Satmar Fight Underlines Its Assimilation

The death of Rabbi Moses Teitelbaum, spiritual leader of the Satmar Chasidic sect, marks more than the passing of a revered Torah sage. It also signals the conclusive passage of his community from Europe to America, a process that first began nearly 60 years ago.
May 11, 2006

The death of Rabbi Moses Teitelbaum, spiritual leader of the Satmar Chasidic sect, marks more than the passing of a revered Torah sage. It also signals the conclusive passage of his community from Europe to America, a process that first began nearly 60 years ago.

The movement’s founding figure, the Alter Rebbe, Joel Teitelbaum, collected the tattered fragments of his Transylvanian community from the ashes of the Holocaust and found a new home in 1947 in Brooklyn and later in Kiryas Joel, N.Y. Over the course of that time, the Satmar Chasidim have come to symbolize the classic ultra-Orthodox group in this country: wedded to a set of stringent ritual practices, dress norms, Yiddish as a daily language and a leadership model that set them apart from their neighbors. It is precisely the openness of American society that allows for the preservation of such distinctive features of their communal life.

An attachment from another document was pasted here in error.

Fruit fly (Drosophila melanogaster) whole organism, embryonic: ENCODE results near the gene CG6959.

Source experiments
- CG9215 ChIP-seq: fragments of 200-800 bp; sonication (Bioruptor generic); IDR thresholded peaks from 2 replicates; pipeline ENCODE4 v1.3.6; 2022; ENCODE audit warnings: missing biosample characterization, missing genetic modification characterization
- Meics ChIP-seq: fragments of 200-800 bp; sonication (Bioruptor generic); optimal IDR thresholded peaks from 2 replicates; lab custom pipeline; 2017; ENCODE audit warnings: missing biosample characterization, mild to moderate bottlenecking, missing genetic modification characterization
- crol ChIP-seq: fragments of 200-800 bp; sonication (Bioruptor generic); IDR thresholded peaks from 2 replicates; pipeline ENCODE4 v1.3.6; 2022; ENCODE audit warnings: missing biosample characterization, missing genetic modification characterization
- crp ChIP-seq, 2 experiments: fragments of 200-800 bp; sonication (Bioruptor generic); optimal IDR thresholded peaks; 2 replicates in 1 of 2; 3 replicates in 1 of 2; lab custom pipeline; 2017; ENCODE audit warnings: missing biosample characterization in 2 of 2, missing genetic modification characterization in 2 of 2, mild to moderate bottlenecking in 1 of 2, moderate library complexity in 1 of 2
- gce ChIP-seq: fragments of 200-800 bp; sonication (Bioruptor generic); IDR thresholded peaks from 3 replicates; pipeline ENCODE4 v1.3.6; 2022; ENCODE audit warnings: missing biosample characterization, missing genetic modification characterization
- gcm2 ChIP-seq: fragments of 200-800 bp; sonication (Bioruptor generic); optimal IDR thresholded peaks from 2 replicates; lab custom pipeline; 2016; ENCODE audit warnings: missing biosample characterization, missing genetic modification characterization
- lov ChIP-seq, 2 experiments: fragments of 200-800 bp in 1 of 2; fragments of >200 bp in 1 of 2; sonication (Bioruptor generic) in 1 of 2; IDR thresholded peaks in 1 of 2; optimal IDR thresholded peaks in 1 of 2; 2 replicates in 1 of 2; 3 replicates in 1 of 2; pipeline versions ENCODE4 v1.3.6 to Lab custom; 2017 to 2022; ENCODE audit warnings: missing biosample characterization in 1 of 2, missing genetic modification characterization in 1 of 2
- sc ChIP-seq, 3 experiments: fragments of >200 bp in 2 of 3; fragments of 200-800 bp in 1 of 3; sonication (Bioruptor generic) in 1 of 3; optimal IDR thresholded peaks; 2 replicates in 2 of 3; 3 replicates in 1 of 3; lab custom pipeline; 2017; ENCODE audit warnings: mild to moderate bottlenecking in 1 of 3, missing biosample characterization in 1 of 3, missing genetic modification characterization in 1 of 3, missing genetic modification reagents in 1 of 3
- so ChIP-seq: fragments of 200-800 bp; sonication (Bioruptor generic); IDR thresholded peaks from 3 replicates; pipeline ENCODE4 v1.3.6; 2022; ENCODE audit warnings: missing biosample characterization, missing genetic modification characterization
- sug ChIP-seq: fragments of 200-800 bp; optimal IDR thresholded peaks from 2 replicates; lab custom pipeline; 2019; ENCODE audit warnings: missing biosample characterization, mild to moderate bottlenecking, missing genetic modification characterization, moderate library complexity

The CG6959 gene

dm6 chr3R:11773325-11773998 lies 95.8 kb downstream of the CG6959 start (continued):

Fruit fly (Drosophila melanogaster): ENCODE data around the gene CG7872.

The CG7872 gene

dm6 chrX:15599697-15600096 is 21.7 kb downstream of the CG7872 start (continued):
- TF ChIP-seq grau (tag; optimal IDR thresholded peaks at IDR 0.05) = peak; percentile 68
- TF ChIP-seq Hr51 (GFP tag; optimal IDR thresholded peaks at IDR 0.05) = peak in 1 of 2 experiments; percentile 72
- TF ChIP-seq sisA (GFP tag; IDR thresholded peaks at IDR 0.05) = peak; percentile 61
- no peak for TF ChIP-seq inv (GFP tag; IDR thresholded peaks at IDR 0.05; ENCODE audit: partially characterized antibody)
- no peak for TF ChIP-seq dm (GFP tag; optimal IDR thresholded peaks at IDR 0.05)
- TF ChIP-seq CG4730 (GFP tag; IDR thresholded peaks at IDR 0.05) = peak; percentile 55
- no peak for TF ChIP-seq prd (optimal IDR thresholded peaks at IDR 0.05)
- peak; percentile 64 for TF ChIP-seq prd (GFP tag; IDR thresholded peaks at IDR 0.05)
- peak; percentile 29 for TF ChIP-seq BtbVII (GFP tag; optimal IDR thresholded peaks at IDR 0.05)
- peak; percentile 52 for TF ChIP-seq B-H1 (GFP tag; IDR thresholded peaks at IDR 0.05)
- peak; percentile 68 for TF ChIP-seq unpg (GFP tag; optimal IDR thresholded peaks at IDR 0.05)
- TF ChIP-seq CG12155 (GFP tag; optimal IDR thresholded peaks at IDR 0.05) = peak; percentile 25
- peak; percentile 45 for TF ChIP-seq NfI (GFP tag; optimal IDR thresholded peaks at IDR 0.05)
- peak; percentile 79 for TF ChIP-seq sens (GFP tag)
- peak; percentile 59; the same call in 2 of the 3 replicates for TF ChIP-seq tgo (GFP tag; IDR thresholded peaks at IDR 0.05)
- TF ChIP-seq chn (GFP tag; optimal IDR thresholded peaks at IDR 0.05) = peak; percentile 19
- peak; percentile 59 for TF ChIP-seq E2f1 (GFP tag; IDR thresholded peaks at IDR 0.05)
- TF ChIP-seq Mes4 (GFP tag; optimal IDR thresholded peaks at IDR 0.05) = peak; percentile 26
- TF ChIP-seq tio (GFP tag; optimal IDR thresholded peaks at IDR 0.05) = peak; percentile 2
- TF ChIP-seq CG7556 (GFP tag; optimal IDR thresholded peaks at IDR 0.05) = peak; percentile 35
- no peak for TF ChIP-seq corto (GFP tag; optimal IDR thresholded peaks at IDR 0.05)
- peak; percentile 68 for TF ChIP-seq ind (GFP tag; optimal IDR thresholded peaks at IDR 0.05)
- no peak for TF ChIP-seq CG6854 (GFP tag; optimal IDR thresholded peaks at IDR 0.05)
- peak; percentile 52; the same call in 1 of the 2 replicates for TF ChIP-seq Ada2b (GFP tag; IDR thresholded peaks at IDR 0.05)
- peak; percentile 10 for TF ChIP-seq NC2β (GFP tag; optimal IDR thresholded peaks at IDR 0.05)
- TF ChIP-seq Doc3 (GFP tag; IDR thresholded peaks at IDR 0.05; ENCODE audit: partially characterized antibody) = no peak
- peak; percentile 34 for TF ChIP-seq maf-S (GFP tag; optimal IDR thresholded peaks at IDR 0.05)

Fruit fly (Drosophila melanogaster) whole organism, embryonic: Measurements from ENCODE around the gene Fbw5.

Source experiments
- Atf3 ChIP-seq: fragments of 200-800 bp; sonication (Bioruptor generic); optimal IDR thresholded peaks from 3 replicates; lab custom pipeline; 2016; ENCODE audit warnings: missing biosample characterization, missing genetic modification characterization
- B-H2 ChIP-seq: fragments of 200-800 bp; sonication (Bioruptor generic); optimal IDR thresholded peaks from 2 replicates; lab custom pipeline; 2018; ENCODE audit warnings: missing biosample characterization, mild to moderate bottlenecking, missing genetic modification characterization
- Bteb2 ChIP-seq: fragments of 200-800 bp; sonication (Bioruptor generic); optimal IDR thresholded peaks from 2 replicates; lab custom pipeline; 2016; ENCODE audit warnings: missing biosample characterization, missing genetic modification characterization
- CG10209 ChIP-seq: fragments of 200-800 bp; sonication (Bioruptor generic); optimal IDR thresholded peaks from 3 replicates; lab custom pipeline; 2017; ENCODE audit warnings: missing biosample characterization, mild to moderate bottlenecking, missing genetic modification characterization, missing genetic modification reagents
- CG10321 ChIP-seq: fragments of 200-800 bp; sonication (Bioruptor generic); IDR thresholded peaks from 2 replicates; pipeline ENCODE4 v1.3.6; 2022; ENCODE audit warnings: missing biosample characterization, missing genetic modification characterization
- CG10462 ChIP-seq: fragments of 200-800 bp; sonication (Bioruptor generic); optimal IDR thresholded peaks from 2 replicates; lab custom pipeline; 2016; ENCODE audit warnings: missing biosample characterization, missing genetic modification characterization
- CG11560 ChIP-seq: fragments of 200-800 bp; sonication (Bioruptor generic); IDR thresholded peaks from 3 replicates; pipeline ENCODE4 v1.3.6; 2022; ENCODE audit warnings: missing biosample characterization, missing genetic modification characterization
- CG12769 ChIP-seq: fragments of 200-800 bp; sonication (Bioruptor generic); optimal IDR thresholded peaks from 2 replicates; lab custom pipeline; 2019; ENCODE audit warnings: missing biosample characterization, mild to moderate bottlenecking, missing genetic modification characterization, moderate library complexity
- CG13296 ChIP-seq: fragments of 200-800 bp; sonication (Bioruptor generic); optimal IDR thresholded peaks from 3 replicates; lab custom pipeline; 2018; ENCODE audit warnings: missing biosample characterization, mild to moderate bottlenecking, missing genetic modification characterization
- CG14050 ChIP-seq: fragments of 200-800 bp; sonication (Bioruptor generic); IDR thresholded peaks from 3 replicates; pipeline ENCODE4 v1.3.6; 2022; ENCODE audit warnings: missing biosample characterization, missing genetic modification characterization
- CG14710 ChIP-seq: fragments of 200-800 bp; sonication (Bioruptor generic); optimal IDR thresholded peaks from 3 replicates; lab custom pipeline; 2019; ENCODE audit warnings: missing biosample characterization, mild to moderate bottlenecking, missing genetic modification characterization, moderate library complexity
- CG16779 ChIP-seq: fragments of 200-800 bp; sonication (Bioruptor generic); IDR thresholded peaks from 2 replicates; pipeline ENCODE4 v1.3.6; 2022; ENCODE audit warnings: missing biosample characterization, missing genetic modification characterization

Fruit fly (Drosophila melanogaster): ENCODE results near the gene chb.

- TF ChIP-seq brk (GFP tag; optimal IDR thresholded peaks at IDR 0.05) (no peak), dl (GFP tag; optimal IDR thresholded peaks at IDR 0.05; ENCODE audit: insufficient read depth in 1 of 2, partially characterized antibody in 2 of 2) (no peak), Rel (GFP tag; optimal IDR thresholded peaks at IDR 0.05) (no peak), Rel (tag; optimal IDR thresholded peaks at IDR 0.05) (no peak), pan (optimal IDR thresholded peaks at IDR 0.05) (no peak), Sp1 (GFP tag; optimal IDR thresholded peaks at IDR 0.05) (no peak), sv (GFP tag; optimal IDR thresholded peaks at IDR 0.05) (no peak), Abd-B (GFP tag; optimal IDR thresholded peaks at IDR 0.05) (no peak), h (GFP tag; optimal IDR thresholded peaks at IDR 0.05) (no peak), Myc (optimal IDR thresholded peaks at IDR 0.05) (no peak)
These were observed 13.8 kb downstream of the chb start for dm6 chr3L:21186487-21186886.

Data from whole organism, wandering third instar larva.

And yet, the story is more complicated. While the Satmars are steadfast in their desire to guard the boundaries of their community, they are, like other groups (including Jews at large), susceptible to the assimilatory forces of American society. For example, it is telling that the Alter Rebbe decided to settle the community in Brooklyn, in the midst of a vibrant city that the Chasidim share with a diverse, multiethnic population.